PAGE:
The government’s resolve - yet again - to postpone the decision on airport expansion shows that planning remains subservient to politics, and sets off alarm bells for the National Infrastructure Commission - which must act now to protect its authority
Veterans of the eight-year, £80m planning battle over Heathrow Terminal 5 would have felt an overwhelming sense of déjà vu last week when the government slipped out an announcement that any decision in connection with an expansion to London’s runway capacity would be delayed until summer 2016.
This decision affects infrastructure that the Davies Commission has determined is crucial to maintaining the UK’s status as a global hub for aviation. It has taken three years to get this far and the clock is ticking. Irrespective of the merits of the individual schemes considered by the commission, the overall findings of the report are clear - capacity constraint is already a problem and a new runway must be in position by 2030. Threats by Willie Walsh, International Airlines Group’s chief executive, to divert flights from London to Dublin or Madrid, undermining the UK’s role as a hub, may be more than just sabre rattling - aviation CEOs are not known for being shrinking violets.
To the outsider, what is most galling about the government’s latest, short-term delay in decision-making, is the way in which every political advantage associated with the runway decision that has been secured over the past three years could be about to be squandered - potentially at the cost of the authority and effectiveness of the National Infrastructure Commission (NIC).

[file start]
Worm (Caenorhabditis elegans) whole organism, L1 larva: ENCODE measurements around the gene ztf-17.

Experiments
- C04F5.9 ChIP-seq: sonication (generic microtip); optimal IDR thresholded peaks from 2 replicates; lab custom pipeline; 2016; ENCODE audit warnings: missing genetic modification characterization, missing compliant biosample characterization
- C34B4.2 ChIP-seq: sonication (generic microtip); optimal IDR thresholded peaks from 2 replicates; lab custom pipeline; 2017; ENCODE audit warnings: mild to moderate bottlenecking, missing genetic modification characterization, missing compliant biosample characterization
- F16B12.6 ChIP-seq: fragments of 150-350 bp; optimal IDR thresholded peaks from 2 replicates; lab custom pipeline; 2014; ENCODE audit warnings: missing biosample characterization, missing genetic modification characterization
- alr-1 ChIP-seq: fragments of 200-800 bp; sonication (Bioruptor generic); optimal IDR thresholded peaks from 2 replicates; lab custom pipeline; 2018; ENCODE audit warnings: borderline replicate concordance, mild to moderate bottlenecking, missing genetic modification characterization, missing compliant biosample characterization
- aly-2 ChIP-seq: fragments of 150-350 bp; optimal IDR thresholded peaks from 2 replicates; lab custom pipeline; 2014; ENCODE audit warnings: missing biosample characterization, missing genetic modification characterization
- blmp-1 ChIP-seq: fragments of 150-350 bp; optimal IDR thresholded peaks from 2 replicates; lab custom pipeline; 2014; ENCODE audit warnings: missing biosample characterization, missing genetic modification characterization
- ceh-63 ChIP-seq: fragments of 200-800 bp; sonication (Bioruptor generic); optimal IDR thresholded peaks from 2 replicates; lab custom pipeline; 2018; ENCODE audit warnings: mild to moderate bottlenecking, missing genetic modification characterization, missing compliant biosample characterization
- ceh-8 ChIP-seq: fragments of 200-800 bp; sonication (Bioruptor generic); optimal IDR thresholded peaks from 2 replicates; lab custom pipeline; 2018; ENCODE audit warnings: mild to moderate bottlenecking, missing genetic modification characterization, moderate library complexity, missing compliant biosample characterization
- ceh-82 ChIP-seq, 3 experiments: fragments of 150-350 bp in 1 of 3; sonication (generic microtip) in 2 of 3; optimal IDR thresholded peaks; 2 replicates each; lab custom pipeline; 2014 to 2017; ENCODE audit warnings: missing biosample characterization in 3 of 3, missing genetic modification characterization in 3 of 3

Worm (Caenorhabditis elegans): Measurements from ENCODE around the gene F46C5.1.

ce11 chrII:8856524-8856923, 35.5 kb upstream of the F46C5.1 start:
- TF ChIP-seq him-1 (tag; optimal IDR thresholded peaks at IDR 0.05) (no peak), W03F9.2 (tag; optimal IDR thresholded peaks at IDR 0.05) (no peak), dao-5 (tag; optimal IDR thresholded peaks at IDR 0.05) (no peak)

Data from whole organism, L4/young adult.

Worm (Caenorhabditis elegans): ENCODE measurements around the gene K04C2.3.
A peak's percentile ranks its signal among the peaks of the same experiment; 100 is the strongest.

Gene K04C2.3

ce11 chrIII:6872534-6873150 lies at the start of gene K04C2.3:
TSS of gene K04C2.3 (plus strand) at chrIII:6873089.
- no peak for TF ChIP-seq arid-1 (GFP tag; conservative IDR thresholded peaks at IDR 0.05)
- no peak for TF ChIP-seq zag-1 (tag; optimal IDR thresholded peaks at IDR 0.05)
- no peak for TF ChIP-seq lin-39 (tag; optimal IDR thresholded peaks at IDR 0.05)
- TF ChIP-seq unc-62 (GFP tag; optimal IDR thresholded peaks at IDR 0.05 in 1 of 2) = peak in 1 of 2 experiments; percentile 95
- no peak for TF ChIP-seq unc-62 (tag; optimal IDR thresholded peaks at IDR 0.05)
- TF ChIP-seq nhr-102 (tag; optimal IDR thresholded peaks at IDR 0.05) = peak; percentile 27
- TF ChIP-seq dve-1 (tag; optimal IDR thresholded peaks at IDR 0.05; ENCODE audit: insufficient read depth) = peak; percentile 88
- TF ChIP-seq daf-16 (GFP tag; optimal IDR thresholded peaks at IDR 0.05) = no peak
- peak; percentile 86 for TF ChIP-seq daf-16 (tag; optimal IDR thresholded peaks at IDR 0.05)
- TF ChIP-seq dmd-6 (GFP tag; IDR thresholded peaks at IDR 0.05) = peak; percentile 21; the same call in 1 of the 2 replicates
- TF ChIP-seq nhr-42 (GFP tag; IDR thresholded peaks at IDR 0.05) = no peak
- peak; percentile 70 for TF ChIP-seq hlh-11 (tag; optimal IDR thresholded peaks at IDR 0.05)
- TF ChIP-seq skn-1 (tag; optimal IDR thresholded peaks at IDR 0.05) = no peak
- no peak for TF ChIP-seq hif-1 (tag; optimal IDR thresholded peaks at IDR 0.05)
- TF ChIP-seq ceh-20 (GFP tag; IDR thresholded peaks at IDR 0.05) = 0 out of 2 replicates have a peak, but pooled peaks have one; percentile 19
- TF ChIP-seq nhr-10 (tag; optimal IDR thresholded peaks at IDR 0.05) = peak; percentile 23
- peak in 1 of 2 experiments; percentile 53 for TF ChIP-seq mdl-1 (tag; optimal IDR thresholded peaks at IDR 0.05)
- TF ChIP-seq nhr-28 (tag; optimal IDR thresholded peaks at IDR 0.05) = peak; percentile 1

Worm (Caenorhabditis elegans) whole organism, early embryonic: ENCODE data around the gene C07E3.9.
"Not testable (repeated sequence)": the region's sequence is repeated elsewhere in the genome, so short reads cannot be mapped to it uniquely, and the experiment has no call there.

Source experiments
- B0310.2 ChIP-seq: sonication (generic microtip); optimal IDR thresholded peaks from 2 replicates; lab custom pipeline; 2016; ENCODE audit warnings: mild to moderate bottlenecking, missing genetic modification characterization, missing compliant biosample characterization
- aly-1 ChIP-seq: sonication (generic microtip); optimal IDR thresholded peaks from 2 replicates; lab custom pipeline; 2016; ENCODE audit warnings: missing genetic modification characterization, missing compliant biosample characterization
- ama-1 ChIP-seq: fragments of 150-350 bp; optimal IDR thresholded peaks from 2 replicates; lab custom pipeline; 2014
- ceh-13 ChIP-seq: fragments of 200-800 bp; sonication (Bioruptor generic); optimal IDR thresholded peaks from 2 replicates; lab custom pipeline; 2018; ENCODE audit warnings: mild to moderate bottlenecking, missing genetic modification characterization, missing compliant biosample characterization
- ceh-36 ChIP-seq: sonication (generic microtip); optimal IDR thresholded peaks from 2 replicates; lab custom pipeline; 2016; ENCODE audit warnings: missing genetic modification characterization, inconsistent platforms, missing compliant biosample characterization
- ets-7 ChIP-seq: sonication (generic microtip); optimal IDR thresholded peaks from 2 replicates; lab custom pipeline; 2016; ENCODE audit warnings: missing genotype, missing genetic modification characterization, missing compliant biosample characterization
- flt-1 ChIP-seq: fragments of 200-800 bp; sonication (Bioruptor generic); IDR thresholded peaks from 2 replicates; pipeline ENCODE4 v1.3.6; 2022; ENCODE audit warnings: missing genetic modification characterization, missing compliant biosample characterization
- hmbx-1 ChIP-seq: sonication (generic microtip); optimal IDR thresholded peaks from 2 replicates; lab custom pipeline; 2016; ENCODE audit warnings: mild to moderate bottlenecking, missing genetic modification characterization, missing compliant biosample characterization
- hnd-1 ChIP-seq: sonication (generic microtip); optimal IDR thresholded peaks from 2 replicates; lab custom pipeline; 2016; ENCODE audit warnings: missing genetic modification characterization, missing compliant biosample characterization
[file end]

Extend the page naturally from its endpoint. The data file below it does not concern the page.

First, the government has a majority - a far stronger position for the executive than would ever have been envisaged when the Davies Commission commenced its work. To be fair, the Conservatives have form when it comes to bringing politics into aviation - forcing an unnecessary Commons vote on Heathrow in 2009. However, the absence of a coalition partner in 2015 makes it far easier to act in the national interest and directly addressing inevitable, local opposition.
The early years of a political term are always the best times to make hard calls - and this one on airports has just been ducked
Second, the Davies Commission has fulfilled its function of trumping the electoral cycle. The early years of a political term are always the best times to make hard calls - and this one has just been ducked. Allowing such a strategic decision to become subservient to London local politics again clearly signals a lack of willingness to be accountable to the national interest.
Third, the strenuous efforts to mitigate environmental impacts set out in the report are likely to be undermined by the government’s request for further studies - which no doubt would have been undertaken as part of later stages of the infrastructure planning process - effectively challenging the authority and competence of the Airports Commission.
Following last week’s announcement, can Lord Adonis really be confident that the findings of the National Infrastructure Commission will be accepted and acted on, or will they also be subject to delay and further review?